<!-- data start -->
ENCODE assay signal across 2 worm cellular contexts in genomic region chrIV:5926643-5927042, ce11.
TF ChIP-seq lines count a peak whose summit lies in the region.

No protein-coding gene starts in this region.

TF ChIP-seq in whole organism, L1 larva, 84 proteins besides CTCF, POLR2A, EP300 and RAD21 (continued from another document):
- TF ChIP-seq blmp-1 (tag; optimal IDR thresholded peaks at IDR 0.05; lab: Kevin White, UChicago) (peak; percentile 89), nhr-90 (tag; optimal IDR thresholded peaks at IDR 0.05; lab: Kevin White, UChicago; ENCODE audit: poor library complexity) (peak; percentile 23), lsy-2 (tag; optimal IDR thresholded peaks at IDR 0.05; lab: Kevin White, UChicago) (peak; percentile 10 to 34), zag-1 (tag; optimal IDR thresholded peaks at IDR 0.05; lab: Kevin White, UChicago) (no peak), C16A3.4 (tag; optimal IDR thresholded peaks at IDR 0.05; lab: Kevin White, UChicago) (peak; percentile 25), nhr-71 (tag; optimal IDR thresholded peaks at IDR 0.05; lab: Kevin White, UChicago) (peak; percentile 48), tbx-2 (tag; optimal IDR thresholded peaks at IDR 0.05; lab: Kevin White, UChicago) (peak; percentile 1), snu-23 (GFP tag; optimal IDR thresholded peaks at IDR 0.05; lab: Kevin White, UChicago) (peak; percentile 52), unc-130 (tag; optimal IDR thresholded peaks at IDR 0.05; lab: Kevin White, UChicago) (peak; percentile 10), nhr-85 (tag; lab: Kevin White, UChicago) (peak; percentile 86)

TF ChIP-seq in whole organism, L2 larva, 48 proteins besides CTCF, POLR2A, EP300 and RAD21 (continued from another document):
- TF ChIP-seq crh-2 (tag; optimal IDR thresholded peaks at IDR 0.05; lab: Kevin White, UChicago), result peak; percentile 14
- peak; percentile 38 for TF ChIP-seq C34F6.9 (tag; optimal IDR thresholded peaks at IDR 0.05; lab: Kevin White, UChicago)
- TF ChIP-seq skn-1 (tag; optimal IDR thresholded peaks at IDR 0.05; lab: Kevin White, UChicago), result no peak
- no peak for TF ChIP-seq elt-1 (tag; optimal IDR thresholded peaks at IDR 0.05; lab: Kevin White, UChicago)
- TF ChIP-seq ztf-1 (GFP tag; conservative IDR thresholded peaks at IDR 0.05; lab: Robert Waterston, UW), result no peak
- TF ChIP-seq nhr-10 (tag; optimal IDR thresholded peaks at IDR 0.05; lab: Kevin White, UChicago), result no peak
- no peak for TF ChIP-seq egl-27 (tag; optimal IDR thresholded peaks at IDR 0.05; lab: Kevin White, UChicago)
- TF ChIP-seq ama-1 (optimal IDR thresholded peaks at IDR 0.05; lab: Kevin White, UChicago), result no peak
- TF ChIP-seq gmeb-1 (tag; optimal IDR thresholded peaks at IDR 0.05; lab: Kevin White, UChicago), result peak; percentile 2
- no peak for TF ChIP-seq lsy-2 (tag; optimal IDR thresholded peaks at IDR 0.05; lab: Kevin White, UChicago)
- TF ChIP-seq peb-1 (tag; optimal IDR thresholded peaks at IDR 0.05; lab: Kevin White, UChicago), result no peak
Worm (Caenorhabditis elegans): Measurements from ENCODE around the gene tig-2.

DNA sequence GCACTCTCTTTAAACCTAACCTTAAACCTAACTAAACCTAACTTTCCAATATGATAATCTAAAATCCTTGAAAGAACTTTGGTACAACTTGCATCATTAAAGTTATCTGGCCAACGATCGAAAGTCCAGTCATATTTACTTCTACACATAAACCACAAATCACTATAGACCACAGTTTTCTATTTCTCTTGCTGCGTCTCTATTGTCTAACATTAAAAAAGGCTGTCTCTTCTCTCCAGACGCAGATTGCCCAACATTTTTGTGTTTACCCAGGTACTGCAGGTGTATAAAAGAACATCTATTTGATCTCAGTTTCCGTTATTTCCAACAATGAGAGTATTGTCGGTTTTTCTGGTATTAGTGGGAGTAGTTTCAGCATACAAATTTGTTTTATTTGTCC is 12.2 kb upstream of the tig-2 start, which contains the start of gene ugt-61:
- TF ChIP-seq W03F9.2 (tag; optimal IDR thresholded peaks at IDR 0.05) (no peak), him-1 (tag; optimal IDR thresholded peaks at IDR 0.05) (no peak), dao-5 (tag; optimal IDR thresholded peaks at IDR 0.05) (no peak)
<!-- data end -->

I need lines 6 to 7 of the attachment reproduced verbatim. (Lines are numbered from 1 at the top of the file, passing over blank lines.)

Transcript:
TF ChIP-seq in whole organism, L2 larva, 48 proteins besides CTCF, POLR2A, EP300 and RAD21 (continued from another document):
- TF ChIP-seq crh-2 (tag; optimal IDR thresholded peaks at IDR 0.05; lab: Kevin White, UChicago), result peak; percentile 14